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I have been looking at purchasing an ultra sonic cleaner to thoroughly clean parts before bonding to the blank. Any models that anybody cares to recommend or not? Harbor Freight has three models to choose from and I was wondering if the smallest one is strong enough/adequate? Also, they have a powder cleaner they recommend to go in the tank. Any thoughts on this or possible cleaning solutions to put in with the parts?  (Scott Bearden)

    I have used ultra sonic cleaners for a number of years, although they were not from Harbor Freight. After messing around with (and spending lots of $) on dedicated cleaning agents I found that Simple Green worked as well or better than anything. I did very scientifically measure it out by pouring 2-3 glugs of simple green and filling the remainder of the approximately 1 quart container with water.

    More importantly I would question whether ultra sonic cleaning would actually do any better (or even as well) as an acetone bath with a little scrubbing followed by a denatured alcohol bath. I am assuming that you are looking to clean ferrules prior to gluing, as I cannot think of anything else requiring that level of cleaning.

    If you choose to pursue this avenue I will say that I have a cleaner I will sell for $30 plus postage. Works perfectly, pictures available.  (Steve Shelton)

    Not to put down an idea, but why?   (John Channer)

      Tim Abbott brought it up this summer at the Catskills Gathering. He said something along the lines that it will get your ferrules and reel seat cleaner, which will produce a better bond than other techniques. In fact, if he is on the list I would love it if he could touch on this again since I seemed to have lost my notes from the gathering and he said an awful lot that I scribbled down.  (Scott Bearden)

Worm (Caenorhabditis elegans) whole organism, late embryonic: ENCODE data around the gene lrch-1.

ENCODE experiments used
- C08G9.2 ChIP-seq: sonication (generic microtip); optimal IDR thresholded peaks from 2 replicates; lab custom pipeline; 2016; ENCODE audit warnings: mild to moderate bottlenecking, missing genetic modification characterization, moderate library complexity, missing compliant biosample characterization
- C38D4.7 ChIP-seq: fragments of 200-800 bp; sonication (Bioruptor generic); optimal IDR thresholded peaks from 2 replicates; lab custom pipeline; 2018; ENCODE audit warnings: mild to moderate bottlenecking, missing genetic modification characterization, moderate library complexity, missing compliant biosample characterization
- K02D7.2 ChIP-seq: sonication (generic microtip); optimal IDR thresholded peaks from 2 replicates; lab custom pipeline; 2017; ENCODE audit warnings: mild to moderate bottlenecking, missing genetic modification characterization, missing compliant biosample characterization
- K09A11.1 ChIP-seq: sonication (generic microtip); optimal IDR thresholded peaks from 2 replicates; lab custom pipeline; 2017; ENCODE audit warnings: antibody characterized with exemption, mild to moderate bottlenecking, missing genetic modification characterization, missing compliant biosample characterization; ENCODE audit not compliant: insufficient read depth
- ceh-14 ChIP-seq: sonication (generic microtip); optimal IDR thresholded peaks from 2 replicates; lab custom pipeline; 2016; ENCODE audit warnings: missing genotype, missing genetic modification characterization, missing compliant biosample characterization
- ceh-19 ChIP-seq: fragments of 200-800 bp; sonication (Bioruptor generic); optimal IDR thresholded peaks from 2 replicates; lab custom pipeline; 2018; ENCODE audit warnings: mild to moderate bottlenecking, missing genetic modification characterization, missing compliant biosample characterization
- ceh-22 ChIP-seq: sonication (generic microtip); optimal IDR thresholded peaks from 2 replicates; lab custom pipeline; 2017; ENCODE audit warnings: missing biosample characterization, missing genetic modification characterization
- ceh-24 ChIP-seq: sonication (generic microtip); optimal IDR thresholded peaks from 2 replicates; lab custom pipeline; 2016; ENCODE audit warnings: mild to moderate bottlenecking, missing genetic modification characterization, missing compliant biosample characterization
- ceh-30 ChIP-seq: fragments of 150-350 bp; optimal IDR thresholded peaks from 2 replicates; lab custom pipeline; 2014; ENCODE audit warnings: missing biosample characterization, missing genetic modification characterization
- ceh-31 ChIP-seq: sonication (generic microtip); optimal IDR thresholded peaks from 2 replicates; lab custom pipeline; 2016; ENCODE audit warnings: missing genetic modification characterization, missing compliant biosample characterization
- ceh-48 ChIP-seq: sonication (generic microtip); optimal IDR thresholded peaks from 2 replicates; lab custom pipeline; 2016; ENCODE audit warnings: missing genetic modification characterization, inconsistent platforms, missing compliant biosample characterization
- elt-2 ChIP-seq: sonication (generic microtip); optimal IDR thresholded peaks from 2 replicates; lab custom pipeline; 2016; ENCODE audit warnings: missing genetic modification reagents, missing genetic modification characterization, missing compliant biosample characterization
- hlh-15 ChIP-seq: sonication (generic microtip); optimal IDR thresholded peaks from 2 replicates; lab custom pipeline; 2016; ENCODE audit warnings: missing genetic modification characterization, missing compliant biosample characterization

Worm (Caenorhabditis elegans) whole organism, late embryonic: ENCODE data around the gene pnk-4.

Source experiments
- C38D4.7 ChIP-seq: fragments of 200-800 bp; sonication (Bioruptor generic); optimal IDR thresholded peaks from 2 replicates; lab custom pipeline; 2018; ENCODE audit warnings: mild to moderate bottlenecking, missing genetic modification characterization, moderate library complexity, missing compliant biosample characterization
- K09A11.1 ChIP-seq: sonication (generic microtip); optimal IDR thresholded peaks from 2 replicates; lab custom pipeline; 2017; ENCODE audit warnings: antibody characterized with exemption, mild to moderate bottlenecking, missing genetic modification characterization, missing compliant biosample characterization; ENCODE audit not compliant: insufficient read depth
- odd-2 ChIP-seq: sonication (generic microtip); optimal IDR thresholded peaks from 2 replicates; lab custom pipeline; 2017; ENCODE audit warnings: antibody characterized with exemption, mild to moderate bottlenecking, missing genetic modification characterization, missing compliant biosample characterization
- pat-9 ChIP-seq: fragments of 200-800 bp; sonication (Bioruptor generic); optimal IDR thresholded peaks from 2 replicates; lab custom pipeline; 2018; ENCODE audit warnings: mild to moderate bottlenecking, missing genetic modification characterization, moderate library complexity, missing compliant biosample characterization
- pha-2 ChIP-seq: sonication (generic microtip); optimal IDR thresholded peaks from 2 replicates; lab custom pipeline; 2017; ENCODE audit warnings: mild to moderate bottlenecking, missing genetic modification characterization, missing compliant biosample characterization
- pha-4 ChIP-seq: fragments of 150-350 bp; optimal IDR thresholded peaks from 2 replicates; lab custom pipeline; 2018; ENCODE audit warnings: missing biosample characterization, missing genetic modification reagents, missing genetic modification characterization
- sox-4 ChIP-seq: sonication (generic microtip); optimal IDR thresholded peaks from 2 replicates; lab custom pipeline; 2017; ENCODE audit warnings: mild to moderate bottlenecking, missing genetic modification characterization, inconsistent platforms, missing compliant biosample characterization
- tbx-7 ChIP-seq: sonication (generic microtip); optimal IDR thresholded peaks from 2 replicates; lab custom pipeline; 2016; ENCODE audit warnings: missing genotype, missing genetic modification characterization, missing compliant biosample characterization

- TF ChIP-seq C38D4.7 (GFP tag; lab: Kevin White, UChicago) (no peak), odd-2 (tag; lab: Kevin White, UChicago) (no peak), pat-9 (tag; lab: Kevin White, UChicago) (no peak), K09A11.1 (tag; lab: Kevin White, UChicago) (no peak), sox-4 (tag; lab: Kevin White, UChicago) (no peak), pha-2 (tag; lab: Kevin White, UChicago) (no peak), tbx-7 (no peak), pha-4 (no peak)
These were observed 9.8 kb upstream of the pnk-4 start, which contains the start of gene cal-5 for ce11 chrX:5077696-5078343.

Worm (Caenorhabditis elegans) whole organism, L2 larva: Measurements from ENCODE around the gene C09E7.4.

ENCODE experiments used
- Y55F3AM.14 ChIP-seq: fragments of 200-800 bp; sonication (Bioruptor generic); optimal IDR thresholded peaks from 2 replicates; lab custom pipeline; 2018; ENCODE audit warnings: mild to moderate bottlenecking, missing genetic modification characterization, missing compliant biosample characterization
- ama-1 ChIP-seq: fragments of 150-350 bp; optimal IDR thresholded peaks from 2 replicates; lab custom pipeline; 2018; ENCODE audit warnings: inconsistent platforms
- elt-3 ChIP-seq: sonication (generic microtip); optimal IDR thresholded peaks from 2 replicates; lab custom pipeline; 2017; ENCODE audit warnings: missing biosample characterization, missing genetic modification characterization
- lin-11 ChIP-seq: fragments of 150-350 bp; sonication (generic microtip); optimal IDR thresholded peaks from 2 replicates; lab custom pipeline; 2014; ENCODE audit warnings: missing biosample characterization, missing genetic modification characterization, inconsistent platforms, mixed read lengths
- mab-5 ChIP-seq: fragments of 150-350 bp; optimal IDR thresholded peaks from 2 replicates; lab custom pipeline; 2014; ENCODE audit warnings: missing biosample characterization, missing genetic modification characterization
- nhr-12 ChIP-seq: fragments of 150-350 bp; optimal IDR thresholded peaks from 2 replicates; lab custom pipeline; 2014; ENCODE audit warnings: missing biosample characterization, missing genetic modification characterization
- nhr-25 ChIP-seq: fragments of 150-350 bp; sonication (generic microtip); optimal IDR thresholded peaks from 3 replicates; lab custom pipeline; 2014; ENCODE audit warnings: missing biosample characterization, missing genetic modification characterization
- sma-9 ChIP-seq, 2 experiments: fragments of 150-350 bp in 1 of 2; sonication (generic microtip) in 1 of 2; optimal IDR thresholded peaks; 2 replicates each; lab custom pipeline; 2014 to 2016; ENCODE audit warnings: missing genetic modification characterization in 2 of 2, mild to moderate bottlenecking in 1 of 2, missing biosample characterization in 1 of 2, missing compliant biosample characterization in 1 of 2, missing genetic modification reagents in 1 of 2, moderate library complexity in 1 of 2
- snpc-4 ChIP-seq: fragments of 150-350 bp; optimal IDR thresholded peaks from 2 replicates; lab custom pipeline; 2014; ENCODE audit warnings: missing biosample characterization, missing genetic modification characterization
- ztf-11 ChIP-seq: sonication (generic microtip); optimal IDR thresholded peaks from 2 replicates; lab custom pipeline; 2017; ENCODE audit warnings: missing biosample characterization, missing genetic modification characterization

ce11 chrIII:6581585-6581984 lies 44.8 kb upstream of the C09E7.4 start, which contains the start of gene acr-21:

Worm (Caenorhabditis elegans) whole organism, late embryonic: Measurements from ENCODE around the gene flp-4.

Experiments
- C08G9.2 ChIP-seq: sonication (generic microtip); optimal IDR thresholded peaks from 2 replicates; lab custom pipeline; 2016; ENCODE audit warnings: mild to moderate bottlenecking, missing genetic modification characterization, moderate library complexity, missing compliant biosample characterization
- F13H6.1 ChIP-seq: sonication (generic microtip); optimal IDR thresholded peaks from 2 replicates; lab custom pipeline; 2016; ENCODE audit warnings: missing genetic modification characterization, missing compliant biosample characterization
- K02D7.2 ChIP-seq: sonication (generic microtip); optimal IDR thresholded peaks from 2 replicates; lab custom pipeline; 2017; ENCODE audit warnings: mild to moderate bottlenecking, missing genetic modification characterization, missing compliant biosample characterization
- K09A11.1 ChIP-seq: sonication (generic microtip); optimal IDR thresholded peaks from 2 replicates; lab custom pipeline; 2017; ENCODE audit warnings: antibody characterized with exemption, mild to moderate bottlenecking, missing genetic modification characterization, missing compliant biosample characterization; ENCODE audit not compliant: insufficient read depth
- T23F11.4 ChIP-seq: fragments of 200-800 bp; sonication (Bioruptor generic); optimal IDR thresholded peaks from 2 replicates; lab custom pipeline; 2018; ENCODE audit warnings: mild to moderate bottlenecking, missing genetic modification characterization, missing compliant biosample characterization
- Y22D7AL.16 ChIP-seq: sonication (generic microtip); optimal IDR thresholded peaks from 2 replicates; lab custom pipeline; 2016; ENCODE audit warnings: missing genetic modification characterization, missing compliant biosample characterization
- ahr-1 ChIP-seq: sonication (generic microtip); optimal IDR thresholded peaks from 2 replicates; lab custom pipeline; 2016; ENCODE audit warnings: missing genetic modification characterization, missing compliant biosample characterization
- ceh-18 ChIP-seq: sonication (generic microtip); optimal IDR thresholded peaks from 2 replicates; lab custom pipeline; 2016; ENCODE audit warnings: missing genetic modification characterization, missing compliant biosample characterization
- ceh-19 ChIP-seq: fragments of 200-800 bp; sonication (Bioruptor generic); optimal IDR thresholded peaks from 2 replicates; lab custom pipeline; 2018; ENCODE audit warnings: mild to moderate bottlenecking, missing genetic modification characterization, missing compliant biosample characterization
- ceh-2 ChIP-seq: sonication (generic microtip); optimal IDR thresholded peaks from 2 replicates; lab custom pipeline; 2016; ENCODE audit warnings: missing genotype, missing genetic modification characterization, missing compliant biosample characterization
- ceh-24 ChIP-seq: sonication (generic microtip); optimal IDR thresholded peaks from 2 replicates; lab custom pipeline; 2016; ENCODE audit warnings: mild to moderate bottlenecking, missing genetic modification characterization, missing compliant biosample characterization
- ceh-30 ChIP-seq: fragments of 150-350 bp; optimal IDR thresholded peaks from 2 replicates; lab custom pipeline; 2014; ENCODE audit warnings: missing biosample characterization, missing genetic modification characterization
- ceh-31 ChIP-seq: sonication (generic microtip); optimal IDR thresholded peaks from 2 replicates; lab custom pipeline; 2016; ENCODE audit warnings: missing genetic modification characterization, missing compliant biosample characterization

I attended the workshop as well and my "take away" was clean the ferrule ID's w/ a grease cutting detergent and "Scotch Brite" pads.  Avoid anything that could leave a residue.  (David Van Burgel)

    As a follow up on this thread, I never did buy one. Too many people privately emailed me and talked me out of it. Being the gadget freak I am though I may break down in a moment of weakness though.  (Scott Bearden)


What is the recommended solvent for degreasing ferrules, reel seat caps etc. before gluing? Or doesn't it really matter? I use alcohol because I figure its pretty harmless to my internals.  (Frank Stetzer, Hexrod, Taper Archive, Rodmakers Archive)

    That's what I use, denatured alcohol, more important is to take some 180 or 150 grit sandpaper, roll it up into a small cylinder and scratch the inner surfaces of the ferrules,  then clean with a Q-tip. The reel seat cap are a little easier to sand 'cause they are a bit larger, but the same process. This has served me well. (Joe Arguello)